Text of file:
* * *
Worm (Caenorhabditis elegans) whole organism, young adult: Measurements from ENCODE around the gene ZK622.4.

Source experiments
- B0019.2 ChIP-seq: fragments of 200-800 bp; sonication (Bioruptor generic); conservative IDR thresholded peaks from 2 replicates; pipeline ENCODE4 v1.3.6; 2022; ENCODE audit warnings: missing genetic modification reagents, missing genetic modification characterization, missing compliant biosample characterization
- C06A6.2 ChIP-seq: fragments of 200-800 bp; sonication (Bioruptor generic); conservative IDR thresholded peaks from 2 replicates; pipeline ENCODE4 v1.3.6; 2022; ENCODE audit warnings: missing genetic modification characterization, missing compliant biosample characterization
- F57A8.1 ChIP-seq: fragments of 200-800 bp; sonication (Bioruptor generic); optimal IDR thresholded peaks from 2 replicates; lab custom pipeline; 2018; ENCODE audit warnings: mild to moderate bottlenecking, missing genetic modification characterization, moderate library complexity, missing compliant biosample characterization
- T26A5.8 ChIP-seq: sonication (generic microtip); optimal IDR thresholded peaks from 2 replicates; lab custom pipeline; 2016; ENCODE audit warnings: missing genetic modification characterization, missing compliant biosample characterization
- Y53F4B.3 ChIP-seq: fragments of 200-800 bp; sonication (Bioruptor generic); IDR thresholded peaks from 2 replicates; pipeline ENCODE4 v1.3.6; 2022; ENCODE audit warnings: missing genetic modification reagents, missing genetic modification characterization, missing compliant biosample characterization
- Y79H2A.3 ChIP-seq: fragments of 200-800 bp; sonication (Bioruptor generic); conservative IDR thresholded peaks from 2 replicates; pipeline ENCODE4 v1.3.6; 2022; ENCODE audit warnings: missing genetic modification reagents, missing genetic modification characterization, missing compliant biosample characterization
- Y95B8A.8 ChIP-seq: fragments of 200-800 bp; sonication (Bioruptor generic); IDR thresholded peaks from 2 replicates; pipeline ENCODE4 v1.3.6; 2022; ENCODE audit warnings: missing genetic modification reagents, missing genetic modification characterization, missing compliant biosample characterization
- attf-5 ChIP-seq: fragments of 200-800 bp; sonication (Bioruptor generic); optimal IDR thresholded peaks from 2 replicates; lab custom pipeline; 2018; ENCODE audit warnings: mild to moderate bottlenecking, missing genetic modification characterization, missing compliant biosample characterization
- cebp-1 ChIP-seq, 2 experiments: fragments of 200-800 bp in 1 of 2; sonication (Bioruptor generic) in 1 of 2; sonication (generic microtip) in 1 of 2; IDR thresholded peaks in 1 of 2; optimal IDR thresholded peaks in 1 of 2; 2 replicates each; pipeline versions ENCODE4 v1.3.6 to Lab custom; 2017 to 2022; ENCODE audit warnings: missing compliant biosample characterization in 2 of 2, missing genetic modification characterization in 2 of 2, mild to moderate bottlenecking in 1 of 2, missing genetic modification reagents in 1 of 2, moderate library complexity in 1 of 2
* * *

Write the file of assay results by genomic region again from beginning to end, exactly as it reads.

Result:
Worm (Caenorhabditis elegans) whole organism, young adult: Measurements from ENCODE around the gene ZK622.4.

Source experiments
- B0019.2 ChIP-seq: fragments of 200-800 bp; sonication (Bioruptor generic); conservative IDR thresholded peaks from 2 replicates; pipeline ENCODE4 v1.3.6; 2022; ENCODE audit warnings: missing genetic modification reagents, missing genetic modification characterization, missing compliant biosample characterization
- C06A6.2 ChIP-seq: fragments of 200-800 bp; sonication (Bioruptor generic); conservative IDR thresholded peaks from 2 replicates; pipeline ENCODE4 v1.3.6; 2022; ENCODE audit warnings: missing genetic modification characterization, missing compliant biosample characterization
- F57A8.1 ChIP-seq: fragments of 200-800 bp; sonication (Bioruptor generic); optimal IDR thresholded peaks from 2 replicates; lab custom pipeline; 2018; ENCODE audit warnings: mild to moderate bottlenecking, missing genetic modification characterization, moderate library complexity, missing compliant biosample characterization
- T26A5.8 ChIP-seq: sonication (generic microtip); optimal IDR thresholded peaks from 2 replicates; lab custom pipeline; 2016; ENCODE audit warnings: missing genetic modification characterization, missing compliant biosample characterization
- Y53F4B.3 ChIP-seq: fragments of 200-800 bp; sonication (Bioruptor generic); IDR thresholded peaks from 2 replicates; pipeline ENCODE4 v1.3.6; 2022; ENCODE audit warnings: missing genetic modification reagents, missing genetic modification characterization, missing compliant biosample characterization
- Y79H2A.3 ChIP-seq: fragments of 200-800 bp; sonication (Bioruptor generic); conservative IDR thresholded peaks from 2 replicates; pipeline ENCODE4 v1.3.6; 2022; ENCODE audit warnings: missing genetic modification reagents, missing genetic modification characterization, missing compliant biosample characterization
- Y95B8A.8 ChIP-seq: fragments of 200-800 bp; sonication (Bioruptor generic); IDR thresholded peaks from 2 replicates; pipeline ENCODE4 v1.3.6; 2022; ENCODE audit warnings: missing genetic modification reagents, missing genetic modification characterization, missing compliant biosample characterization
- attf-5 ChIP-seq: fragments of 200-800 bp; sonication (Bioruptor generic); optimal IDR thresholded peaks from 2 replicates; lab custom pipeline; 2018; ENCODE audit warnings: mild to moderate bottlenecking, missing genetic modification characterization, missing compliant biosample characterization
- cebp-1 ChIP-seq, 2 experiments: fragments of 200-800 bp in 1 of 2; sonication (Bioruptor generic) in 1 of 2; sonication (generic microtip) in 1 of 2; IDR thresholded peaks in 1 of 2; optimal IDR thresholded peaks in 1 of 2; 2 replicates each; pipeline versions ENCODE4 v1.3.6 to Lab custom; 2017 to 2022; ENCODE audit warnings: missing compliant biosample characterization in 2 of 2, missing genetic modification characterization in 2 of 2, mild to moderate bottlenecking in 1 of 2, missing genetic modification reagents in 1 of 2, moderate library complexity in 1 of 2